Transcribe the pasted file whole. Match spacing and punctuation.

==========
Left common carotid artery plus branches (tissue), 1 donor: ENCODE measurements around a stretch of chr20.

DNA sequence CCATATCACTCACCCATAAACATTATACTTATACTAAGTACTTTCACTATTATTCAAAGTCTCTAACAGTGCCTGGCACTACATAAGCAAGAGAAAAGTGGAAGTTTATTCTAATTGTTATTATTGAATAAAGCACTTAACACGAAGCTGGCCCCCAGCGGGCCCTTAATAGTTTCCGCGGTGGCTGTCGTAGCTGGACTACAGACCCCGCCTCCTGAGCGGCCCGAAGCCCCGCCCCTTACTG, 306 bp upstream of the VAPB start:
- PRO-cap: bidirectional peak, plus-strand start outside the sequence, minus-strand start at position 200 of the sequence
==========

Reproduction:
Left common carotid artery plus branches (tissue), 1 donor: ENCODE measurements around a stretch of chr20.

DNA sequence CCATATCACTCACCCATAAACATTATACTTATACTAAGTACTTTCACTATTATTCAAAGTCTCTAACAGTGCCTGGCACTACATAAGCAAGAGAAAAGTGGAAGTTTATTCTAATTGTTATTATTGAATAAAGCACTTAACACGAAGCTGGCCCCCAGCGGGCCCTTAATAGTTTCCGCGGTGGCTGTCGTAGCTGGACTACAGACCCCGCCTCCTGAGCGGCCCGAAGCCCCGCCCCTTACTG, 306 bp upstream of the VAPB start:
- PRO-cap: bidirectional peak, plus-strand start outside the sequence, minus-strand start at position 200 of the sequence